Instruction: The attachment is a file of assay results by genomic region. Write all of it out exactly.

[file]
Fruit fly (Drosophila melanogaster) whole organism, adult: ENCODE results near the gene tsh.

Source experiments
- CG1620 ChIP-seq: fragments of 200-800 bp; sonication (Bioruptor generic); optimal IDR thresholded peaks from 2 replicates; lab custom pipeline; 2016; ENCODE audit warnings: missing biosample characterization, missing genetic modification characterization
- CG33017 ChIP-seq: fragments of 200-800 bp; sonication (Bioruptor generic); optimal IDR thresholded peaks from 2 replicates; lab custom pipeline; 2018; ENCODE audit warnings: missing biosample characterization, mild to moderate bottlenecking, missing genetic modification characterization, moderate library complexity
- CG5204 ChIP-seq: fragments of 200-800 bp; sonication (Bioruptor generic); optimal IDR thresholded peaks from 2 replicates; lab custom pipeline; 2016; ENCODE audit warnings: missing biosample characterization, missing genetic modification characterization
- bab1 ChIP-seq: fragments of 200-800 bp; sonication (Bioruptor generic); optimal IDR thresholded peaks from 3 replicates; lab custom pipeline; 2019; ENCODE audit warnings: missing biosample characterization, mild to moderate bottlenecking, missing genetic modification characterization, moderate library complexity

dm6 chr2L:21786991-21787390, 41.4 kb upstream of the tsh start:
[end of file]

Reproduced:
Fruit fly (Drosophila melanogaster) whole organism, adult: ENCODE results near the gene tsh.

Source experiments
- CG1620 ChIP-seq: fragments of 200-800 bp; sonication (Bioruptor generic); optimal IDR thresholded peaks from 2 replicates; lab custom pipeline; 2016; ENCODE audit warnings: missing biosample characterization, missing genetic modification characterization
- CG33017 ChIP-seq: fragments of 200-800 bp; sonication (Bioruptor generic); optimal IDR thresholded peaks from 2 replicates; lab custom pipeline; 2018; ENCODE audit warnings: missing biosample characterization, mild to moderate bottlenecking, missing genetic modification characterization, moderate library complexity
- CG5204 ChIP-seq: fragments of 200-800 bp; sonication (Bioruptor generic); optimal IDR thresholded peaks from 2 replicates; lab custom pipeline; 2016; ENCODE audit warnings: missing biosample characterization, missing genetic modification characterization
- bab1 ChIP-seq: fragments of 200-800 bp; sonication (Bioruptor generic); optimal IDR thresholded peaks from 3 replicates; lab custom pipeline; 2019; ENCODE audit warnings: missing biosample characterization, mild to moderate bottlenecking, missing genetic modification characterization, moderate library complexity

dm6 chr2L:21786991-21787390, 41.4 kb upstream of the tsh start: